With so many variations of the Rider Waite-Smith Tarot in publication, how can you be certain which ones will truly be close to the ‘original’ 1909 tarot known as the Pamela A deck? Which ones are worth of your money, and which ones are not? Is it even possible to get close to the real original?
While there has been an explosion in adult colouring books recently, the activity of colouring in a tarot deck is an already established one. The only problem was you had to be a member of a mystical, magical and altogether secret society to be instructed in this fine art.
For art, as we understand it, it was not. This was presented as art with a higher purpose: the art being the understanding and application of knowledge of colour, divination systems, religion, magic et al. These secrets are no more and whether you are aware of it or not, you work with a tarot deck that has been skillfully crafted in both types of art.
Thankfully, those of you who use tarot for divination, or your own purposes outside of secret society rules, colouring in a tarot deck is an excellent method to help you connect with your cards on a deeper level.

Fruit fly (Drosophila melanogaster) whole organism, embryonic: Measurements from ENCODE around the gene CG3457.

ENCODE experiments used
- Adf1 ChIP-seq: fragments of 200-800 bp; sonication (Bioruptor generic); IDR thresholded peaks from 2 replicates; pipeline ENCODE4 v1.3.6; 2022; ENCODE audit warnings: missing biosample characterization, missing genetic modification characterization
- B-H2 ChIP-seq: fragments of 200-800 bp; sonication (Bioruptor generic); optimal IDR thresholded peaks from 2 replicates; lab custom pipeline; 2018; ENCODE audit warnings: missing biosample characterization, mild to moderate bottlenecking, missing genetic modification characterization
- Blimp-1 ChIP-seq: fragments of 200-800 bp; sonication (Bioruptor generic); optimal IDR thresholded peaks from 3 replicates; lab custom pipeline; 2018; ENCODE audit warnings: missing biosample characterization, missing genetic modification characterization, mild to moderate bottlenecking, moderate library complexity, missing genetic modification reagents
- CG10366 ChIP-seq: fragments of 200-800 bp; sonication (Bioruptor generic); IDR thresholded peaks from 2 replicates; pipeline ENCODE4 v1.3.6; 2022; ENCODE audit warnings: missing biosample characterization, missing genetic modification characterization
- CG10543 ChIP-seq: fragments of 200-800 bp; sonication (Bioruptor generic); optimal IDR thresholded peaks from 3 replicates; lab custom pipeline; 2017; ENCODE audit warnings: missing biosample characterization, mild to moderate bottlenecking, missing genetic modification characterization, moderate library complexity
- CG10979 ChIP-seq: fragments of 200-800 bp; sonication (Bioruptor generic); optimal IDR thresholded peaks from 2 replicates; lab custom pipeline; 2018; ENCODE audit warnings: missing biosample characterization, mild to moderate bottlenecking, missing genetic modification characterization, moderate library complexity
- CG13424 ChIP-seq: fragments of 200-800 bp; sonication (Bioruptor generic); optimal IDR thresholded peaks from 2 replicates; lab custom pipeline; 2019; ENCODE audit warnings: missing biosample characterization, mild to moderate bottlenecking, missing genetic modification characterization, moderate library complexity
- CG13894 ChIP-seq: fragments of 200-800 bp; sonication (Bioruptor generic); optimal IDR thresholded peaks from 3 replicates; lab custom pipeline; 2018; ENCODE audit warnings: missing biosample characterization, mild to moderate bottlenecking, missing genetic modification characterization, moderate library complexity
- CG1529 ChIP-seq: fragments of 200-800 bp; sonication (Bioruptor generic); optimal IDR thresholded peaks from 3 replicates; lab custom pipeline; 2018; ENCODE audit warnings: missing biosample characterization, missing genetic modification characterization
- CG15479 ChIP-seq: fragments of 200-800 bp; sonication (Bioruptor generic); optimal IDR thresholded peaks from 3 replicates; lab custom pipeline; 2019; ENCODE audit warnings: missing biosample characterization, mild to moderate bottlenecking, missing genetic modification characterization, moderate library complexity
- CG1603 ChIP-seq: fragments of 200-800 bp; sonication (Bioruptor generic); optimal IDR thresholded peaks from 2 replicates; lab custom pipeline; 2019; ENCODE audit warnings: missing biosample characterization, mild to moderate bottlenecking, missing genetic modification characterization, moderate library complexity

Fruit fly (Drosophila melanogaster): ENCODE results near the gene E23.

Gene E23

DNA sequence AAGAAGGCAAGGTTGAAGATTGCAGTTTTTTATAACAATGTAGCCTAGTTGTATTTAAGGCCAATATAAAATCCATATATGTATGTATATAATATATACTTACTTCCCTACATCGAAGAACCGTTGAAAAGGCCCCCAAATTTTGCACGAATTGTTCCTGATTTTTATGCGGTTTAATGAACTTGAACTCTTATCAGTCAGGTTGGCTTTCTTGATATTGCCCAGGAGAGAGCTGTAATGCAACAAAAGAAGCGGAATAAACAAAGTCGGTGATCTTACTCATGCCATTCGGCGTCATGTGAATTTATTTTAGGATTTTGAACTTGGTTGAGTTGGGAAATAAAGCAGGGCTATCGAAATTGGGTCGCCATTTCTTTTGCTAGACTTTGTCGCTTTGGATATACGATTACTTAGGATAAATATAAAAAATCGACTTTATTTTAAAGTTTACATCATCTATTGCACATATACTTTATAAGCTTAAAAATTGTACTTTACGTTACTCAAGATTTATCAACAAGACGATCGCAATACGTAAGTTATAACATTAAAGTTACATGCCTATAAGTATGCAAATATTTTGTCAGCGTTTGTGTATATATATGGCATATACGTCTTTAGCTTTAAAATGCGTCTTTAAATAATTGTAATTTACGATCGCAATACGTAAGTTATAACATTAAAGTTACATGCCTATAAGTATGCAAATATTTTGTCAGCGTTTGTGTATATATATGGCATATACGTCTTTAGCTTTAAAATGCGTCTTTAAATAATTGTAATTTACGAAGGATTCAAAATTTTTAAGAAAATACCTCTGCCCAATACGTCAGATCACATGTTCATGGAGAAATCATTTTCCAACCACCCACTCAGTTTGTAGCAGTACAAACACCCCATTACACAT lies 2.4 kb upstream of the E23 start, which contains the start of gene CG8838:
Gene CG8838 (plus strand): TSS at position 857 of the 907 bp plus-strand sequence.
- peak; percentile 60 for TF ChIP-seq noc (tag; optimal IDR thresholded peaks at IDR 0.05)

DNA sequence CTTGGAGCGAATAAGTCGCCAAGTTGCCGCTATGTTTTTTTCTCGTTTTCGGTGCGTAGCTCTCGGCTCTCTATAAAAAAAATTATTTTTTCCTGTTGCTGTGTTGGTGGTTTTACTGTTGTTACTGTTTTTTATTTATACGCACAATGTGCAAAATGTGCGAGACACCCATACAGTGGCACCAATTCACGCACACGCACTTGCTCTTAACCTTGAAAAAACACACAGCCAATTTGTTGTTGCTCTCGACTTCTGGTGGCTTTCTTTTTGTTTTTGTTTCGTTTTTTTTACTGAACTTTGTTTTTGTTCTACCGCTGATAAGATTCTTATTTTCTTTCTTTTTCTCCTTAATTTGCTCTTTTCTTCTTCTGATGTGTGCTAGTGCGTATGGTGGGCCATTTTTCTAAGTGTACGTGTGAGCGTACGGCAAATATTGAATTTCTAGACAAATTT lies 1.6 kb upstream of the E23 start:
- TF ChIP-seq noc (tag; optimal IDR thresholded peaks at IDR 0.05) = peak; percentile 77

Don’t we talk in spiritual terms in this community? We talk of death as if it is a beautiful experience. Some also play down the Tower while it’s been nothing short of devastating in my life.
We tend to do this with the Death card too – “Death doesn’t mean death, it means transition, or the end of something.” And so it goes on. But sometimes Death does mean death and more importantly, it is a part of life we cannot escape from. Like the Tower, when it comes crashing down around your ears. If you’re not already on your Chariot ready to drive through the devastation like a phoenix rising from the ashes, you will find yourself in the rubble, scratching your head and wondering what on earth just happened and where do I go from here?